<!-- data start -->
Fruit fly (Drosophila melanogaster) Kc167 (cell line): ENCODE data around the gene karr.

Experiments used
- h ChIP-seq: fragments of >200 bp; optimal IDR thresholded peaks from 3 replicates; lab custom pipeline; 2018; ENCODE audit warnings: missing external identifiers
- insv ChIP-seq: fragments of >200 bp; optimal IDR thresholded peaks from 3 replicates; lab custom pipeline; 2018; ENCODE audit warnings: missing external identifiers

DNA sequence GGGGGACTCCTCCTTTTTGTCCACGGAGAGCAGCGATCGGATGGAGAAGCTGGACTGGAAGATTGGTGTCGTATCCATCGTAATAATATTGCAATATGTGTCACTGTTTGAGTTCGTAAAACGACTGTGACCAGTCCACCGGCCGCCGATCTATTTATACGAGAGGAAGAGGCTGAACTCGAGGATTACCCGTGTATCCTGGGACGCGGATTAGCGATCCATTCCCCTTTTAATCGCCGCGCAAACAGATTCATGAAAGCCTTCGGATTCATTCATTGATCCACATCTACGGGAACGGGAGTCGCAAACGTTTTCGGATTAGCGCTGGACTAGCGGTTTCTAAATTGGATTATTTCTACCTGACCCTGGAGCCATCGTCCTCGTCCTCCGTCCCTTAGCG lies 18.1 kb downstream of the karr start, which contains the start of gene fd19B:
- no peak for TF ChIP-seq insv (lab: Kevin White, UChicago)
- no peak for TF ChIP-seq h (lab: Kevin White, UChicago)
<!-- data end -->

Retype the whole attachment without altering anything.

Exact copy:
Fruit fly (Drosophila melanogaster) Kc167 (cell line): ENCODE data around the gene karr.

Experiments used
- h ChIP-seq: fragments of >200 bp; optimal IDR thresholded peaks from 3 replicates; lab custom pipeline; 2018; ENCODE audit warnings: missing external identifiers
- insv ChIP-seq: fragments of >200 bp; optimal IDR thresholded peaks from 3 replicates; lab custom pipeline; 2018; ENCODE audit warnings: missing external identifiers

DNA sequence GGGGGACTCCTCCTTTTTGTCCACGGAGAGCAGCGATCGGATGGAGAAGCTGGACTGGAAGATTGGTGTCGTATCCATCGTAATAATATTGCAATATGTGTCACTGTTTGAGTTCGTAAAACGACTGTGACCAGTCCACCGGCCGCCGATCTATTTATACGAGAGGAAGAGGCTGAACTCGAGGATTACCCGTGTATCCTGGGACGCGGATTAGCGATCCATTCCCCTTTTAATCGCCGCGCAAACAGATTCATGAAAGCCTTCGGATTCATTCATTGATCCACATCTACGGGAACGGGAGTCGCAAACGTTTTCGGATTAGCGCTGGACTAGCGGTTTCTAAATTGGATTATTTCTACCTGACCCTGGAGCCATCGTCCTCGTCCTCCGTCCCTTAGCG lies 18.1 kb downstream of the karr start, which contains the start of gene fd19B:
- no peak for TF ChIP-seq insv (lab: Kevin White, UChicago)
- no peak for TF ChIP-seq h (lab: Kevin White, UChicago)